Web browsers have become a lot more then engines to render images and html. Instead, web browsers now execute code and provide rich user interfaces to interact with web services, a technology frequently called “Web 2.0”. What we have not yet figured out is how this new web application paradigm changes how we need to secure these applications.

More code will be executed outside of the server fortress and more data will be exchanged between client and server. We will discuss some of the application security issues that have to be considered and how things have changed and not changed with Web 2.0. 


EMEA Audience Webcast: Improve Firewall Security Odds: Prevent Misconfigurations and Compliance Concerns by Automating Firewall Audits
WHEN: Thursday, April 07, 2011 at 9:00 AM ET (1300 UTC/GMT) SPECIAL TIME FOR EMEA AUDIENCE
FEATURING: Michelle Cobb, VP of Marketing, Skybox Security
Sponsored By: Skybox Security 

Are your firewalls configured to block threats and keep you in compliance?  Do you spend too much time analyzing firewall rule changes and access problems? Join Michelle Cobb, VP of Product Marketing at Skybox Security to learn what automated firewall analysis can do for your organization. 


Internet Storm Center: Threat Update
WHEN: Wednesday, April 13, 2011 at 1:00 PM ET (1700 UTC/GMT)
FEATURING: Johannes Ullrich
Sponsored By: Core Security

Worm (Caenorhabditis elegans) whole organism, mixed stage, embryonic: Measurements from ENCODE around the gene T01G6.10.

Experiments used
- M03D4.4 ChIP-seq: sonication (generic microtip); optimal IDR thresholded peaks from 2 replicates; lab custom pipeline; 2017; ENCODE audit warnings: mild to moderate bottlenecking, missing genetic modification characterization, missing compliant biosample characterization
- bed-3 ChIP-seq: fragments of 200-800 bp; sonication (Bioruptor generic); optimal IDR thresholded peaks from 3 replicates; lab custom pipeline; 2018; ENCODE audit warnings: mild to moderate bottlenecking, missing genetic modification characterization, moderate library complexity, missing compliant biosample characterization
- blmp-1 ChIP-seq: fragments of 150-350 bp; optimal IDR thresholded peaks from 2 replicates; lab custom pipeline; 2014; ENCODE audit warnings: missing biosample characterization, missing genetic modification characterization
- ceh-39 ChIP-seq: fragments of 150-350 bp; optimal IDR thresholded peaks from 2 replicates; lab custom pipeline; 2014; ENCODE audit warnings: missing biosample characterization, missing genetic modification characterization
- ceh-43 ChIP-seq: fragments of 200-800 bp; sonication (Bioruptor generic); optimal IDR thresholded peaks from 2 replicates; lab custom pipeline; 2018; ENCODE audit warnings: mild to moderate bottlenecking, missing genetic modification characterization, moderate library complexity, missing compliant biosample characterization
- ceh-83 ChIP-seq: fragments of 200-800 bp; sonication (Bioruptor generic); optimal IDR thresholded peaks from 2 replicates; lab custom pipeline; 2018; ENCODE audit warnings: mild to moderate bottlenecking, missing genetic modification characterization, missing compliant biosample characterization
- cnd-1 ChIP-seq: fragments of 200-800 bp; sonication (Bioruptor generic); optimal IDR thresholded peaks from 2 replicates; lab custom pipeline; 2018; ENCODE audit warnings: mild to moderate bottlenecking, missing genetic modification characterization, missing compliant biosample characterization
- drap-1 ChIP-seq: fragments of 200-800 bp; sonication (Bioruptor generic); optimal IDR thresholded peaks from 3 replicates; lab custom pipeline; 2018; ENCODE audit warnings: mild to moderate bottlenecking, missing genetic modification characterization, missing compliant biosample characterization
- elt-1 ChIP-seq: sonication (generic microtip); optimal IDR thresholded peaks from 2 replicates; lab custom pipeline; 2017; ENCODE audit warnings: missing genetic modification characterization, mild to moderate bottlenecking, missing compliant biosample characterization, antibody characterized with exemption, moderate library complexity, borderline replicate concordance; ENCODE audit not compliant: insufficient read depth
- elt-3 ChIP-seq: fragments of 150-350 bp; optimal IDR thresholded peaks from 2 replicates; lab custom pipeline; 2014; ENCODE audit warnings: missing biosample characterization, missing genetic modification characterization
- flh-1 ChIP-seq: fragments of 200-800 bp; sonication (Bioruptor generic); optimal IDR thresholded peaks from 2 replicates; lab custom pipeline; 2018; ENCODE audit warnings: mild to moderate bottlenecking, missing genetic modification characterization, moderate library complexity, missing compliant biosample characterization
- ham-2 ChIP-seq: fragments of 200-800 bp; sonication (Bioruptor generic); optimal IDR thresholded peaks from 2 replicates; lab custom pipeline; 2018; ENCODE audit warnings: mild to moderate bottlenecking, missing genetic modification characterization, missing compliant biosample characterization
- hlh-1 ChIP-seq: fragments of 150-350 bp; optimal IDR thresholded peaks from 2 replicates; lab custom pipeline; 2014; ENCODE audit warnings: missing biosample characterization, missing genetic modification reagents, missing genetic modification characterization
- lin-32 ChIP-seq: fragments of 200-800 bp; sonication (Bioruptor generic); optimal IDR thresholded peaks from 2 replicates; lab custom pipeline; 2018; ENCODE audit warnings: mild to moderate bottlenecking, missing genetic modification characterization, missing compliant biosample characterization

This monthly webcast covers recent threats observed by the Internet Storm Center, and discusses new software vulnerabilities or system exposures that were disclosed over the past month. The general format is about 30 minutes of presentation by senior ISC staff, followed by a question and answer period. 


Analyst Webcast: Addressing the Top 20 Critical Security Controls with SIEM
WHEN: Thursday, April 14, 2011 at 1:00 PM ET (1700 UTC/GMT)
FEATURING: James Tarala and Ansh Patnaik
Sponsored By: ArcSight, and HP Company 

In this webcast, the SANS analyst responsible for co-developing the Top

20 guidelines (and current but minor guideline updates), will discuss the development of the Top 20 controls. He will also discuss how SIEM can be applied to some of the key security and compliance challenges government agencies are struggling with. 

Register for this webcast and be among the first to receive an advance copy of the associated whitepaper also written by James Tarala.


Rochester Security Summit – Emerging Threats 2010

Sorry everyone, I am in Upstate NY and didn’t even hear about this one till this morning.

It is a two day security conference in Rochester, NY taking place October 20 & 21st. Details from website:

The Rochester Chapter of the Information Systems Security Association (ISSA), in association with ISACA® Western New York Chapter and Rochester Chapter of the Open Web Application Security Project (OWASP),

Is pleased to announce that the 5th Annual Security Summit will be held Wednesday October 20 and Thursday October 21, 2010 at the Strathallan Hotel, Rochester NY. The conference will be held 8:00 AM to 5:00 PM each day. 

This year’s theme is “Emerging Threats 2010.” We are have a great line-up again this year! Our 2010 Keynote speaker will be Stephen Northcutt, Chief Executive Officer of The SANS Institute.

The Rochester Security site says that registration is now closed, but that a waiting list is available.